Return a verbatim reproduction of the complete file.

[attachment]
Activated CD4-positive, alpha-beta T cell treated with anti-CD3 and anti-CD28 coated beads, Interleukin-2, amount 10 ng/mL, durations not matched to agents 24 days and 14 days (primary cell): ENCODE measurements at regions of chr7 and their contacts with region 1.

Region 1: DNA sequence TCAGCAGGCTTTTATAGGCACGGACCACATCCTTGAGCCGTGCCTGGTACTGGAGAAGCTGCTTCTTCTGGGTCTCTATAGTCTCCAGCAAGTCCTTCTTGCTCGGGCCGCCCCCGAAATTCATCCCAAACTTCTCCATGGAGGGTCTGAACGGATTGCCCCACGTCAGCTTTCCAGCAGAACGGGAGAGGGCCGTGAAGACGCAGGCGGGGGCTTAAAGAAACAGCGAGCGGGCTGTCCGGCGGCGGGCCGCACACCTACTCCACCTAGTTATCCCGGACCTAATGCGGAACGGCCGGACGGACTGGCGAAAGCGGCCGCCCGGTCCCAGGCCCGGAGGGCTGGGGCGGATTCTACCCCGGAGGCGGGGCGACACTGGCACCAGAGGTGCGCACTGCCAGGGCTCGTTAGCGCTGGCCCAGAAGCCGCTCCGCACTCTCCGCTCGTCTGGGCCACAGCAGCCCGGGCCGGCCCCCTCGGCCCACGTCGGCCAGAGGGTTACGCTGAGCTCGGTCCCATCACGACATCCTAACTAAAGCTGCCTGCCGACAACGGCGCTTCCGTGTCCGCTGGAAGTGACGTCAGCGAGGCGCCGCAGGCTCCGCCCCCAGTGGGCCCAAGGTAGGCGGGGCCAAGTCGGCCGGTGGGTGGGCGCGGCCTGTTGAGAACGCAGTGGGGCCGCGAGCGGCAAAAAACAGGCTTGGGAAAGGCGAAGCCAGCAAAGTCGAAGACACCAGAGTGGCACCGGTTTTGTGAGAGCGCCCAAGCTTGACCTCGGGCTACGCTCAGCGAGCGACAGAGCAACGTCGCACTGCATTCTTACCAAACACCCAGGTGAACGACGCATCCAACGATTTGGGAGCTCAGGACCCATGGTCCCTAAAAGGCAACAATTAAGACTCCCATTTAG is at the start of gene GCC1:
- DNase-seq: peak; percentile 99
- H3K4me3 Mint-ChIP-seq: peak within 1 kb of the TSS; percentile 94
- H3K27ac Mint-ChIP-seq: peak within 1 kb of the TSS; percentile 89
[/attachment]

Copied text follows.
Activated CD4-positive, alpha-beta T cell treated with anti-CD3 and anti-CD28 coated beads, Interleukin-2, amount 10 ng/mL, durations not matched to agents 24 days and 14 days (primary cell): ENCODE measurements at regions of chr7 and their contacts with region 1.

Region 1: DNA sequence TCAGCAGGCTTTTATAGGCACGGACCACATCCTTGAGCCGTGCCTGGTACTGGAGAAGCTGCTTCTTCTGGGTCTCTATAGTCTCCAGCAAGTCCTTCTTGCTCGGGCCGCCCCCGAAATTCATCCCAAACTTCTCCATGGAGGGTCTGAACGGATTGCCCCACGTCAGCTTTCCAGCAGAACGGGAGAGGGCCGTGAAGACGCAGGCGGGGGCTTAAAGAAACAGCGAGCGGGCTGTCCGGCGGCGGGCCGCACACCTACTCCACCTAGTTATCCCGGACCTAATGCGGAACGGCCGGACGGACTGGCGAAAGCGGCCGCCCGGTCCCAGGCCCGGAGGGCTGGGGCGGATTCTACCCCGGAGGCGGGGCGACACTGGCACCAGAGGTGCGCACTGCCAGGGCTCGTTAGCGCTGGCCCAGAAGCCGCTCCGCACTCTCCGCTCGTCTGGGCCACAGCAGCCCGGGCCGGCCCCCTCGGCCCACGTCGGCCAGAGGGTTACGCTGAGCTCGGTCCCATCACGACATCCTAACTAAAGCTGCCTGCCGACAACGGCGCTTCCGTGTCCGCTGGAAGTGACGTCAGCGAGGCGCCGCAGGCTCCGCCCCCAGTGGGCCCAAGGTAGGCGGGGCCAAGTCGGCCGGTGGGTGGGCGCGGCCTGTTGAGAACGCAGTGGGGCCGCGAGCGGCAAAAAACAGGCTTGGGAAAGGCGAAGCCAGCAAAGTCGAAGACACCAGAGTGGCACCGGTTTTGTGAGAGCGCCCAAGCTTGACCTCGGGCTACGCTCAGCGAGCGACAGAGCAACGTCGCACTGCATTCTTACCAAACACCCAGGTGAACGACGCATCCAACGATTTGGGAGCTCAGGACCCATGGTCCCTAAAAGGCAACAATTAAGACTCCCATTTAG is at the start of gene GCC1:
- DNase-seq: peak; percentile 99
- H3K4me3 Mint-ChIP-seq: peak within 1 kb of the TSS; percentile 94
- H3K27ac Mint-ChIP-seq: peak within 1 kb of the TSS; percentile 89